The G20 gives the green light to the agreement on a taxation of multinationals of at least 15%

The finance ministers of the 20 richest countries on the planet have also appealed to states reluctant to the agreement.

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Enthusiastic, the signatories greeted a text “history on a more stable and fairer international tax architecture”. G20 members have “approved” Saturday July 10 the agreement establishing a worldwide tax“at least 15%” on the profits of multinationals, they announced in a statement.

The finance ministers of the 20 richest countries on the planet have also appealed to recalcitrant countries, the declaration having been signed so far by 132 of the 139 members of the OECD working group which brings together advanced and emerging countries. . “We invite all members” of this group says “inclusive framework” OECD-G20 which “have not yet joined the international agreement to do so “, underline the ministers.

The big money-makers also called this group “to deal quickly with the remaining questions” and to present “a detailed plan for the implementation of the two pillars” agreement by the next G20 meeting in October.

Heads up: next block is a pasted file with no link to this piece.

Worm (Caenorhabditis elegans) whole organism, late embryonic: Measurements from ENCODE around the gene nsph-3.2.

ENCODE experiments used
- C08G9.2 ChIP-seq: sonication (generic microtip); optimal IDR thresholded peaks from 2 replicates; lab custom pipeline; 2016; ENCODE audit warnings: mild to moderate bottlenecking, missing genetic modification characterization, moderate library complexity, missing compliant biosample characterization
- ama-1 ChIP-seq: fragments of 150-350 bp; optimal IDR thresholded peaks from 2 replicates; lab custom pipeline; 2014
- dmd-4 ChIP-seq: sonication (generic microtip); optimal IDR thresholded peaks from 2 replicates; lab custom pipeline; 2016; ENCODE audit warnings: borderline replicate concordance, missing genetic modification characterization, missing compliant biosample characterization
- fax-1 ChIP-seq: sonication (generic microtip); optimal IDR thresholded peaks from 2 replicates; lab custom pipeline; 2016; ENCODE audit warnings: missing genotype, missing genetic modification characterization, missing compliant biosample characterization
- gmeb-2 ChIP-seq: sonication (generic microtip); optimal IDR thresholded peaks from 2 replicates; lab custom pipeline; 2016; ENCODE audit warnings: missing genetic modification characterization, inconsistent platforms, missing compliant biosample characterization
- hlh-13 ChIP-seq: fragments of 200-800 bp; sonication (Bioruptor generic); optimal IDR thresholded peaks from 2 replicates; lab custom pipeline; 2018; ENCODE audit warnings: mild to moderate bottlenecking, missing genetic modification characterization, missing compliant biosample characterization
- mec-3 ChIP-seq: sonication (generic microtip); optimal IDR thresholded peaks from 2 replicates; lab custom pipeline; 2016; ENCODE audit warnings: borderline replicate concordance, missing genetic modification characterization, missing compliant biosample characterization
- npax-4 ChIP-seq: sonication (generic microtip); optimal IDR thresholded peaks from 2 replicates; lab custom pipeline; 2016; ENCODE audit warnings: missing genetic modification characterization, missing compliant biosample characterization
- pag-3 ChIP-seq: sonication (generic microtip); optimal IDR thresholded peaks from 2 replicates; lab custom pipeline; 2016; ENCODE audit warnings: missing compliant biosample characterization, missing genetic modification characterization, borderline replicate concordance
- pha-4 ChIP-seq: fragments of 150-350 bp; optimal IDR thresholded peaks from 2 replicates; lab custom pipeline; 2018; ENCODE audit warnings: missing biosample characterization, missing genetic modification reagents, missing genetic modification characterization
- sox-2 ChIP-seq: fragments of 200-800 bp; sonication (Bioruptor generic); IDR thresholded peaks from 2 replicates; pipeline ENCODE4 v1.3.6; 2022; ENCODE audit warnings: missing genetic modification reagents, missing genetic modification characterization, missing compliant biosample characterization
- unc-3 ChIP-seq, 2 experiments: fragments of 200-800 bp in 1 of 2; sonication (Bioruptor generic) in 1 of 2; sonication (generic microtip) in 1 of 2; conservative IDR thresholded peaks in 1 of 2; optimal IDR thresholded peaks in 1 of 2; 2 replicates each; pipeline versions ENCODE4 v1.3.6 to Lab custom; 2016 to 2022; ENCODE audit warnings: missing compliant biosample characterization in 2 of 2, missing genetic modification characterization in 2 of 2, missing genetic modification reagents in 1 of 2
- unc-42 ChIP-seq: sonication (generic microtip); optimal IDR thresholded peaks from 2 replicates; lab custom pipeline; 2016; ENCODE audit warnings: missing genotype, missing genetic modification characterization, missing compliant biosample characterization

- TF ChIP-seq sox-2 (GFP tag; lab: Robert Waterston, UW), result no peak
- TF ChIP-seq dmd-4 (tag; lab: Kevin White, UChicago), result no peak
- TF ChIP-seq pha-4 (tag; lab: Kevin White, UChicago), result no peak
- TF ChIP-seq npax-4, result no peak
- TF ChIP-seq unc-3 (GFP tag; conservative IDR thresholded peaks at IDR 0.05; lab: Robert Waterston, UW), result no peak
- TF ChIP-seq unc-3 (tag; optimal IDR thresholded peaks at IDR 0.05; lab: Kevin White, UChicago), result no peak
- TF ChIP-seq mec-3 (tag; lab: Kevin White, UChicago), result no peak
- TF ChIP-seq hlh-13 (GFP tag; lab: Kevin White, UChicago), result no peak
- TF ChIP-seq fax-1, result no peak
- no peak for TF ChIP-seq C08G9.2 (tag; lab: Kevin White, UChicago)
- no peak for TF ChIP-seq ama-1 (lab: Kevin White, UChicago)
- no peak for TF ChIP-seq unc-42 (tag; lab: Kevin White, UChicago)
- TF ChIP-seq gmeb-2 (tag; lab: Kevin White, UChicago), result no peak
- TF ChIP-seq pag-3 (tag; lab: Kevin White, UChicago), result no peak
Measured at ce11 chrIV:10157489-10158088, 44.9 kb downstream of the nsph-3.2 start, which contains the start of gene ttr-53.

The “pillar 1” consists in reallocating part of the profit tax paid by multinationals to so-called countries “Steps”, that is, those where they carry out their activities. The tax will therefore no longer be due only where their headquarters are located. In the line of sight, companies which achieve more than 20 billion euros of turnover worldwide and whose profitability exceeds 10%.

Its objective: to prevent multinationals and especially Gafa [acronyme désignant les géants Google, Amazon, Facebook et Apple], who have benefited greatly from the Covid-19 pandemic and the lockdowns, pay derisory taxes in relation to their income.

The “pillar 2” corresponds to the introduction of a minimum effective tax rate “at least 15%” on the profits of multinationals. A State will be able to tax the foreign profits of one of its national companies which would have been taxed abroad at a rate lower than this minimum rate, in order to compensate for the difference.